Last year’s Workforce Mobility Survey reported that social media and social networks had not yet captured the interest or enthusiasm of many HR professionals, despite all the hype. The same is generally true in this year’s study.
As reported earlier, “social media” is rarely mentioned by our Gold Standard respondents as an excellent source for recruiting job candidates (see Figure 7).
Let’s take a deeper dive and examine what HR professionals are saying about mobile access and social media and what resources in this realm they are – and are not –using.
When it comes specifically to “mobile access,” just a little over one-third (36%) of HR professionals use it as a tool for recruiting and job postings.
Further, adoption is proceeding slowly: of those HR professionals who currently do not use mobile access, only about one in four (26%) plan to use it in the upcoming year.
Social Media Slowly Taking Root
While mobile access has yet to take off in a big way as a source for recruiting and job listings, it doesn’t mean social media – broadly speaking – is a flop. In fact, there are glimmers that it is slowly, albeit inconsistently, taking hold as a recruiting tool.
First, HR professionals were asked, “What social media methods or approaches have been successful for recruiting” at their organizations. This is an “open-ended” question for which survey respondents could mention whatever social media came to mind (including none) that they felt worked well.
As table 4 shows, a sizeable number of our Gold Standard HR professionals – from those in companies with highly successful recruiting programs to those with reportedly unsuccessful ones – spontaneously mention LinkedIn as a valued recruiting instrument, followed by Facebook. Other resources are spontaneously mentioned at markedly lower levels.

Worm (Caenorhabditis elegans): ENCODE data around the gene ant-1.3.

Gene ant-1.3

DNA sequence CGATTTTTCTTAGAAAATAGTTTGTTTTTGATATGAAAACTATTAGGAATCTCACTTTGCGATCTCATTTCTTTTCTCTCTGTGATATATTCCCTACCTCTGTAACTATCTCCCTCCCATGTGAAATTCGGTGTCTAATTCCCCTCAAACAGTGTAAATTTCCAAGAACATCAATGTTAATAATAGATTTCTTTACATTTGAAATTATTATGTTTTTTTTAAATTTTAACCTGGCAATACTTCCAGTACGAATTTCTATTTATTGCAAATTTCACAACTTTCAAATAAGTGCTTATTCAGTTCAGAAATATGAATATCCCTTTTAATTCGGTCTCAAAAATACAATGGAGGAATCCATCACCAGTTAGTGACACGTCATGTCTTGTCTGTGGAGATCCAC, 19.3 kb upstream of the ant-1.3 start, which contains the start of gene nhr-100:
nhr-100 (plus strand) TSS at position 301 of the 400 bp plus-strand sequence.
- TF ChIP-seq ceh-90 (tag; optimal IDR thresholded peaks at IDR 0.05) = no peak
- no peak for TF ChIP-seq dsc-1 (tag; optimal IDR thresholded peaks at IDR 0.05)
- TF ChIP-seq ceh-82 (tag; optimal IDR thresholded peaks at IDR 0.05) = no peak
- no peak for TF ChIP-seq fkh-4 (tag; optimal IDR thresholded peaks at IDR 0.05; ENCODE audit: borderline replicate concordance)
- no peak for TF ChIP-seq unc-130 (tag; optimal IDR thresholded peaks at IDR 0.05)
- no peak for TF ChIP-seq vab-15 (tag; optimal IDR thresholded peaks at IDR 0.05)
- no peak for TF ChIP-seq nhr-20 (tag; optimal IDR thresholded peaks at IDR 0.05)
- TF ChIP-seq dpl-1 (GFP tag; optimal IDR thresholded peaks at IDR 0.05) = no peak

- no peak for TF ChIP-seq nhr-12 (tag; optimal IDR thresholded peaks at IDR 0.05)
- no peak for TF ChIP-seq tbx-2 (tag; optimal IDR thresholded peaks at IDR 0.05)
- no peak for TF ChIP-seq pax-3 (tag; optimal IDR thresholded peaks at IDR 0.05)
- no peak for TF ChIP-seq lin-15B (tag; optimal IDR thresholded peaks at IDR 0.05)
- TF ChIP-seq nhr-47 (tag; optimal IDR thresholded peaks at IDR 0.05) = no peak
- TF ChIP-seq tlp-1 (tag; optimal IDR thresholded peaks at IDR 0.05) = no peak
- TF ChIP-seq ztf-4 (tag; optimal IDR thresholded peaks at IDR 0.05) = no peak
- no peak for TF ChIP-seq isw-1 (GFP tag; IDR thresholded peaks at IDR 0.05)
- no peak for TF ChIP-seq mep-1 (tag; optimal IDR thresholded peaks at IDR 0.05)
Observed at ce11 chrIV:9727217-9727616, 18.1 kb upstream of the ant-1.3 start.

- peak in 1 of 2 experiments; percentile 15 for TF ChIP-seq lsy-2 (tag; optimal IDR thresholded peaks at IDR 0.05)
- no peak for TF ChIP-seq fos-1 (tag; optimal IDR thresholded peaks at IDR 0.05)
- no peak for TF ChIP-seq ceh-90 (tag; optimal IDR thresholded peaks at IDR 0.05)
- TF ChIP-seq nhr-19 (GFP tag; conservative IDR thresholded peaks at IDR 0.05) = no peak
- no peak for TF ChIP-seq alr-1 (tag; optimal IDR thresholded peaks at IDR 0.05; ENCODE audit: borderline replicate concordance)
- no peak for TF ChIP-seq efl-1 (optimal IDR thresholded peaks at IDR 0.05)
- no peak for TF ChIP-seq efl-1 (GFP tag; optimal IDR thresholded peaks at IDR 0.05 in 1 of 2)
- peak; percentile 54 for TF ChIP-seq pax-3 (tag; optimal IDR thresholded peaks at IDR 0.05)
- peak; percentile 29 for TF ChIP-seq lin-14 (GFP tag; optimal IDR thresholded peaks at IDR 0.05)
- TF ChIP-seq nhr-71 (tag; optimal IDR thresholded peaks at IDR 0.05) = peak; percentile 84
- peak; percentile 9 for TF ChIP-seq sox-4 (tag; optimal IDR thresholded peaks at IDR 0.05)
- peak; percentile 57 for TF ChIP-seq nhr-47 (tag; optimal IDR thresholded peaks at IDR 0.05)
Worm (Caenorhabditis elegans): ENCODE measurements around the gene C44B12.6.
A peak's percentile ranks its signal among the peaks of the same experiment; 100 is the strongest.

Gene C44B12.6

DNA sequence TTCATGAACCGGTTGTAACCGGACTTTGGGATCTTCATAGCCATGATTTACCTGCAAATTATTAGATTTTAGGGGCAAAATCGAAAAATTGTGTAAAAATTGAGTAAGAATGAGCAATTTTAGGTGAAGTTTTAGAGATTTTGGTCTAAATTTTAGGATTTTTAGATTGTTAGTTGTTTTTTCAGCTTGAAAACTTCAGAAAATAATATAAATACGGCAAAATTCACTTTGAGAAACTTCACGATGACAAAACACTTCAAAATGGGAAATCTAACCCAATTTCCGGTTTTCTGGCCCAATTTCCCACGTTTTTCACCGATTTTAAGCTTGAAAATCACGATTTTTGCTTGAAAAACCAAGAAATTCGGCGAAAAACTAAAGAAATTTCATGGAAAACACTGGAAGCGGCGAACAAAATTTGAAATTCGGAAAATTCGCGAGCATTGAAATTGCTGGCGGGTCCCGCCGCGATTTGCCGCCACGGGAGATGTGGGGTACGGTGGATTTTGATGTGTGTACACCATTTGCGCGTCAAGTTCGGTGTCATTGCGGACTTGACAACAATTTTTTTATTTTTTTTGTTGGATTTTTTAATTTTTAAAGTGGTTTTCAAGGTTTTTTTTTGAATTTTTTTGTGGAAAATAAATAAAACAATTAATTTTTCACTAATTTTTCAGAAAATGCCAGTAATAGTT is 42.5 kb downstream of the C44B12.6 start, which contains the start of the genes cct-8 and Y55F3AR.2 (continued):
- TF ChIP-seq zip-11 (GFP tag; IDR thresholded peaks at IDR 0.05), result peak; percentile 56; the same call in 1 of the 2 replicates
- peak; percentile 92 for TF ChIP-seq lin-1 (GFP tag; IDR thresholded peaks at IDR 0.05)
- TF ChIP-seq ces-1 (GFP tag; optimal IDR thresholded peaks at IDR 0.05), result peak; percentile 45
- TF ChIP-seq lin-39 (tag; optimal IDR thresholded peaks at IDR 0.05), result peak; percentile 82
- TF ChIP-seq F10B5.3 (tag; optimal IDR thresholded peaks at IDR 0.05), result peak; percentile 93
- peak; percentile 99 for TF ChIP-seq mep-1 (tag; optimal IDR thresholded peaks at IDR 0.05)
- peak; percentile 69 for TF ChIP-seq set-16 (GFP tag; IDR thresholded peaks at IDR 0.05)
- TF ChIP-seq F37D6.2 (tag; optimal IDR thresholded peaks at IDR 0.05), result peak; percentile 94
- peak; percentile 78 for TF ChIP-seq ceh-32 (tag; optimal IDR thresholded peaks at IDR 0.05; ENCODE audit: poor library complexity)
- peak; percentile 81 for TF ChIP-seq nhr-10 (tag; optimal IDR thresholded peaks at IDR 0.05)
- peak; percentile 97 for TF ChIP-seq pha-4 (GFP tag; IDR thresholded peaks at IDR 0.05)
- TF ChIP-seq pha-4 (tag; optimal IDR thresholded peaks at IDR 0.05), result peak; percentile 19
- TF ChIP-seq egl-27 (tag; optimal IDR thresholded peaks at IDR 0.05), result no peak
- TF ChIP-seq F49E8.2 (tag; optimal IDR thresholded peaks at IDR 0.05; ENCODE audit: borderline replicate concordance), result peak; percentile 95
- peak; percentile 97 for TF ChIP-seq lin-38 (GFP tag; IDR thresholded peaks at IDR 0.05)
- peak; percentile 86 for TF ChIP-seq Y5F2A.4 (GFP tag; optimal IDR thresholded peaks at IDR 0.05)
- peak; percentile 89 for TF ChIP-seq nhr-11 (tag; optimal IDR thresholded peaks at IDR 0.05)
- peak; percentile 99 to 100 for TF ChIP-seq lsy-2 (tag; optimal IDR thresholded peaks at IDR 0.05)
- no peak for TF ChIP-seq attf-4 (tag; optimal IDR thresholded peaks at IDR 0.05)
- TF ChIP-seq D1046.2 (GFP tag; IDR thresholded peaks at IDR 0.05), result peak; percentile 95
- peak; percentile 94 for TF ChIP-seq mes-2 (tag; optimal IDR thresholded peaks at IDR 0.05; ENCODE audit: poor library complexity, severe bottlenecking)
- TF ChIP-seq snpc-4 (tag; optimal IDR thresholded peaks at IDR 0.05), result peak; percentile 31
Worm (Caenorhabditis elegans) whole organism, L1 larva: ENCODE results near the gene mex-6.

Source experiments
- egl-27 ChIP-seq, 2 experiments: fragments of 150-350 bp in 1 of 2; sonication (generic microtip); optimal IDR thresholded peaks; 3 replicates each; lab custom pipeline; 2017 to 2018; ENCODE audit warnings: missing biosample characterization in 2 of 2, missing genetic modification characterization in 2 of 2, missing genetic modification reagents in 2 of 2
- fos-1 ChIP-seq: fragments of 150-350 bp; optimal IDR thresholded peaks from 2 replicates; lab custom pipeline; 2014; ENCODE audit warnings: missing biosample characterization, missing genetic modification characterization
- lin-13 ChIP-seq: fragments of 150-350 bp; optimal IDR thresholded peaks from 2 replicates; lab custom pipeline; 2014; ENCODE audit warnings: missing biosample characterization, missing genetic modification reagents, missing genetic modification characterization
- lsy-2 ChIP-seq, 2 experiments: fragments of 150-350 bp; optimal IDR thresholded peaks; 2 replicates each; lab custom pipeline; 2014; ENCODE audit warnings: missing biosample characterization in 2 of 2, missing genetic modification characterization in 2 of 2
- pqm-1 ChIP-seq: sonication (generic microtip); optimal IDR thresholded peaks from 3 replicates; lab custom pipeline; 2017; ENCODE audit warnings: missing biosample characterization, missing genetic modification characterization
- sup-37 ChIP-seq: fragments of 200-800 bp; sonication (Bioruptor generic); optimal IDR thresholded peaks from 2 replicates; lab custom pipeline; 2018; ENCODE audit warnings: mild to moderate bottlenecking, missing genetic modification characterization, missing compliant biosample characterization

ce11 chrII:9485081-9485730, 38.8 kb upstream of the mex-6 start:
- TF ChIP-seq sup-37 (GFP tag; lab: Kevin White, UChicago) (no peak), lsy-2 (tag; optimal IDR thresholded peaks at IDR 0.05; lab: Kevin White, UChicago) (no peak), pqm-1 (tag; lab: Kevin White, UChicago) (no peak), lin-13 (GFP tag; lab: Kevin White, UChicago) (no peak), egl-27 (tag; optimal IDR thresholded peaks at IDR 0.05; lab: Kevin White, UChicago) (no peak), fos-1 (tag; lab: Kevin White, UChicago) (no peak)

However, when asked to rate ten specific social network sources on how well each one performs on “job advertising and recruiting,” the social media picture broadens a bit.
As with their open-ended, top-of-mind responses, LinkedIn rises to the top of HR professionals’ ratings list; but now CareerBuilder and Monster also figure prominently. When it comes specifically to “mobile access,” just a little over one-third (36%) of HR professionals use it as a tool for recruiting and job postings (see figure 12).
It is interesting to point out that companies with strong recruiting efforts tend to view sources such as LinkedIn, CareerBuilder, Monster and Indeed more favorably than do companies with less impressive recruiting efforts (see table 5).
Though cause and effect is difficult to determine, it may be the case that companies which value social media more highly are also taking advantage of its various resources more regularly and know how to best use them as recruiting tools – thus contributing to those companies’ recruiting success.